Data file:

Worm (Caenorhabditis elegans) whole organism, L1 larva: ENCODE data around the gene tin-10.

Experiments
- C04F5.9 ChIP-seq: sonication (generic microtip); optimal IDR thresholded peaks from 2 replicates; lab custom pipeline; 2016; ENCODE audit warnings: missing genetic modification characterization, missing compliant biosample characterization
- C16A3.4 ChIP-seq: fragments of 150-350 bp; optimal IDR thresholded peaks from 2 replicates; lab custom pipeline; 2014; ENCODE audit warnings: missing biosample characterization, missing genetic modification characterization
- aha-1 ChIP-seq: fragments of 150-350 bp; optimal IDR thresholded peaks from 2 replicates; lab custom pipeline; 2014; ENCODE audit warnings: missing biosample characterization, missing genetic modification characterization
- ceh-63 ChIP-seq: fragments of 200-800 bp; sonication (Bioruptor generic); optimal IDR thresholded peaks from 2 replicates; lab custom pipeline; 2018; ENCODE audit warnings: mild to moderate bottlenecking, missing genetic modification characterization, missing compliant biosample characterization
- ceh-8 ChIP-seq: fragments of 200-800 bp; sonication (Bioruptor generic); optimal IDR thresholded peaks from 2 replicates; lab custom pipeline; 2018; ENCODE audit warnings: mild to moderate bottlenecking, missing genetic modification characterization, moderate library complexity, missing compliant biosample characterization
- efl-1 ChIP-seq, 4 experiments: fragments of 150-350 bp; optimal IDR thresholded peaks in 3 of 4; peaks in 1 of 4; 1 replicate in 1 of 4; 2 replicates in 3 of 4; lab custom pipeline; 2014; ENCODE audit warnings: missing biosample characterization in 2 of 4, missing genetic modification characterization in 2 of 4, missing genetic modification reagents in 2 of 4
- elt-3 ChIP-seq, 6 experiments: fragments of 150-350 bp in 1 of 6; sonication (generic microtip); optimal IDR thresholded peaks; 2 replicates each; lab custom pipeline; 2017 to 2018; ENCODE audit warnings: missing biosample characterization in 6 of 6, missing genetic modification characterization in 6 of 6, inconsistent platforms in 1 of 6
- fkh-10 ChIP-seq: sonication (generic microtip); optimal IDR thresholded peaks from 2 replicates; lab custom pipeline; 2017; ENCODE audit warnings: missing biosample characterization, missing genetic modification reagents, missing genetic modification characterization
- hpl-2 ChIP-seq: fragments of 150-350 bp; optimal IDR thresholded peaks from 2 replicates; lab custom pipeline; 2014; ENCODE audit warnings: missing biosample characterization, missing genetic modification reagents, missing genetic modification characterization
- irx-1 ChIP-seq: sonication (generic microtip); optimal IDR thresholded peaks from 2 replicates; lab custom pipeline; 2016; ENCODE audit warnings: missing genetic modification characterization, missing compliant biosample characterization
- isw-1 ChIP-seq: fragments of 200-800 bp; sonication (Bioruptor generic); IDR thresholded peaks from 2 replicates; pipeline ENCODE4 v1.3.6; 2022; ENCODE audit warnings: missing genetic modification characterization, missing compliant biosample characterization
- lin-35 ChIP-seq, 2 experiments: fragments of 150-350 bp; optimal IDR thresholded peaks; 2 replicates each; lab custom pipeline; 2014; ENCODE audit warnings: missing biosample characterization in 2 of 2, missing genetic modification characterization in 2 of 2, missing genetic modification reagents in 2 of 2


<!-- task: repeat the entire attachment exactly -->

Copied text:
Worm (Caenorhabditis elegans) whole organism, L1 larva: ENCODE data around the gene tin-10.

Experiments
- C04F5.9 ChIP-seq: sonication (generic microtip); optimal IDR thresholded peaks from 2 replicates; lab custom pipeline; 2016; ENCODE audit warnings: missing genetic modification characterization, missing compliant biosample characterization
- C16A3.4 ChIP-seq: fragments of 150-350 bp; optimal IDR thresholded peaks from 2 replicates; lab custom pipeline; 2014; ENCODE audit warnings: missing biosample characterization, missing genetic modification characterization
- aha-1 ChIP-seq: fragments of 150-350 bp; optimal IDR thresholded peaks from 2 replicates; lab custom pipeline; 2014; ENCODE audit warnings: missing biosample characterization, missing genetic modification characterization
- ceh-63 ChIP-seq: fragments of 200-800 bp; sonication (Bioruptor generic); optimal IDR thresholded peaks from 2 replicates; lab custom pipeline; 2018; ENCODE audit warnings: mild to moderate bottlenecking, missing genetic modification characterization, missing compliant biosample characterization
- ceh-8 ChIP-seq: fragments of 200-800 bp; sonication (Bioruptor generic); optimal IDR thresholded peaks from 2 replicates; lab custom pipeline; 2018; ENCODE audit warnings: mild to moderate bottlenecking, missing genetic modification characterization, moderate library complexity, missing compliant biosample characterization
- efl-1 ChIP-seq, 4 experiments: fragments of 150-350 bp; optimal IDR thresholded peaks in 3 of 4; peaks in 1 of 4; 1 replicate in 1 of 4; 2 replicates in 3 of 4; lab custom pipeline; 2014; ENCODE audit warnings: missing biosample characterization in 2 of 4, missing genetic modification characterization in 2 of 4, missing genetic modification reagents in 2 of 4
- elt-3 ChIP-seq, 6 experiments: fragments of 150-350 bp in 1 of 6; sonication (generic microtip); optimal IDR thresholded peaks; 2 replicates each; lab custom pipeline; 2017 to 2018; ENCODE audit warnings: missing biosample characterization in 6 of 6, missing genetic modification characterization in 6 of 6, inconsistent platforms in 1 of 6
- fkh-10 ChIP-seq: sonication (generic microtip); optimal IDR thresholded peaks from 2 replicates; lab custom pipeline; 2017; ENCODE audit warnings: missing biosample characterization, missing genetic modification reagents, missing genetic modification characterization
- hpl-2 ChIP-seq: fragments of 150-350 bp; optimal IDR thresholded peaks from 2 replicates; lab custom pipeline; 2014; ENCODE audit warnings: missing biosample characterization, missing genetic modification reagents, missing genetic modification characterization
- irx-1 ChIP-seq: sonication (generic microtip); optimal IDR thresholded peaks from 2 replicates; lab custom pipeline; 2016; ENCODE audit warnings: missing genetic modification characterization, missing compliant biosample characterization
- isw-1 ChIP-seq: fragments of 200-800 bp; sonication (Bioruptor generic); IDR thresholded peaks from 2 replicates; pipeline ENCODE4 v1.3.6; 2022; ENCODE audit warnings: missing genetic modification characterization, missing compliant biosample characterization
- lin-35 ChIP-seq, 2 experiments: fragments of 150-350 bp; optimal IDR thresholded peaks; 2 replicates each; lab custom pipeline; 2014; ENCODE audit warnings: missing biosample characterization in 2 of 2, missing genetic modification characterization in 2 of 2, missing genetic modification reagents in 2 of 2